Now, it would be easy to believe that all this had little bearing on the life of the Church, but of course it actually affects us very profoundly. If we think simply at the most practical level about the amount of litter that has to be cleared up, and other less savoury forms of pollution that we have struggled with; the petty vandalism - graffiti, trampling over the carefully planted garden at St Peter's; the difficulties facing rough sleepers following the aggressive 'Respect for Nottingham' campaign; the increasing isolation of St Peter's with new traffic and parking regulations; the difficulties in organising evening events of all sorts because of the increasingly unpleasant atmosphere in the Market Square from quite early in the evening; all these things and others affect the life of the our churches. And they affect our spirit, sometimes quite imperceptibly.
I am not dishonest enough to claim that these are the only things that made 2004 quite a difficult year for us, but I suspect they have a more significant effect than we realise. And the way that we respond to the challenges that are being put in our way is in itself a real challenge to our faith and our Christian witness.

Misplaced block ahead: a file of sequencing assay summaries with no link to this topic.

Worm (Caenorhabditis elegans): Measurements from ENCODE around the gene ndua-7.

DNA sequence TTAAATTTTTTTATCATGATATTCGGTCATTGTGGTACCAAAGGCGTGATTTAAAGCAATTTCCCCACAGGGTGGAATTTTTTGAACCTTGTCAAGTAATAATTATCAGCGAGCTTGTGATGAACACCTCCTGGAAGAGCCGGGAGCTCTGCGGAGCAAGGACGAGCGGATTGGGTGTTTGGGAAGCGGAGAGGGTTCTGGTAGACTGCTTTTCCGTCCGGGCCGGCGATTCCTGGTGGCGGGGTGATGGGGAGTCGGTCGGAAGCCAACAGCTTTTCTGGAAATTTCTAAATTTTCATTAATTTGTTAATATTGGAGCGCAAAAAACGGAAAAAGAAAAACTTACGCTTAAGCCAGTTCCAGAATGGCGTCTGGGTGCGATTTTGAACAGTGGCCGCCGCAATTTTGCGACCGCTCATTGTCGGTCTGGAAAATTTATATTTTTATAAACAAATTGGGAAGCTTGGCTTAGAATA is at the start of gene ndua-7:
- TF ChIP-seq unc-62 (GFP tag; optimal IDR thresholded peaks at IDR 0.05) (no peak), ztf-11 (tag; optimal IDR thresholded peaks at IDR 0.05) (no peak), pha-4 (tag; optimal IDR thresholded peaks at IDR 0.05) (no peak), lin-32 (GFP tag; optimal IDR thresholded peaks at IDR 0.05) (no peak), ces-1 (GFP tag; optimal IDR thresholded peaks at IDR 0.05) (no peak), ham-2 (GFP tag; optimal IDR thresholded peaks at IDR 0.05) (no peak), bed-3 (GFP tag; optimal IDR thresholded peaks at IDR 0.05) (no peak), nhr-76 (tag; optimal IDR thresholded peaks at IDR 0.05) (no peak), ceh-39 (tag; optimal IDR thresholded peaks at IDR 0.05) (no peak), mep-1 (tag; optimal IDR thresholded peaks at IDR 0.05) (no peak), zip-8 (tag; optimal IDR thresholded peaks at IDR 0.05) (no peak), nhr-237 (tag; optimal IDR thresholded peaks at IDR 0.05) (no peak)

Anxiety about change
I guess that for many involved in St Peter's and All Saints' - and certainly for me - the over-riding sensation of 2004 was anxiety for the future, and of course as events have unfolded into 2005 it has become clear that we are in the midst of a very significant 'moment', in which we are being prompted towards major change in the way that we live and exercise our Christian ministry as part of God's church in this city. We have been challenged to look at ourselves and our relationships with other parts (principally St Mary's) and to ask some fundamental questions about what we are about here in the city centre. For a church community that has happily lived its own life for 800 years with friendly and not so friendly contacts with others, that is a challenge! But there have been such huge changes in our context that I believe (and have been saying so really since I arrived five years ago) that this moment is God-given and must be grasped. We have to be confident that if this is God's prompting, that God will lead us. (And if you want biblical evidence of this, go back to the early days of Israel, and remind yourself of the journey on which Abraham embarked (Genesis 12) or the story of the Exodus and the journey through the wilderness. Travelling light and having faith - these are the fundamentals of the Christian journey. But also travelling together.
Importance of partnership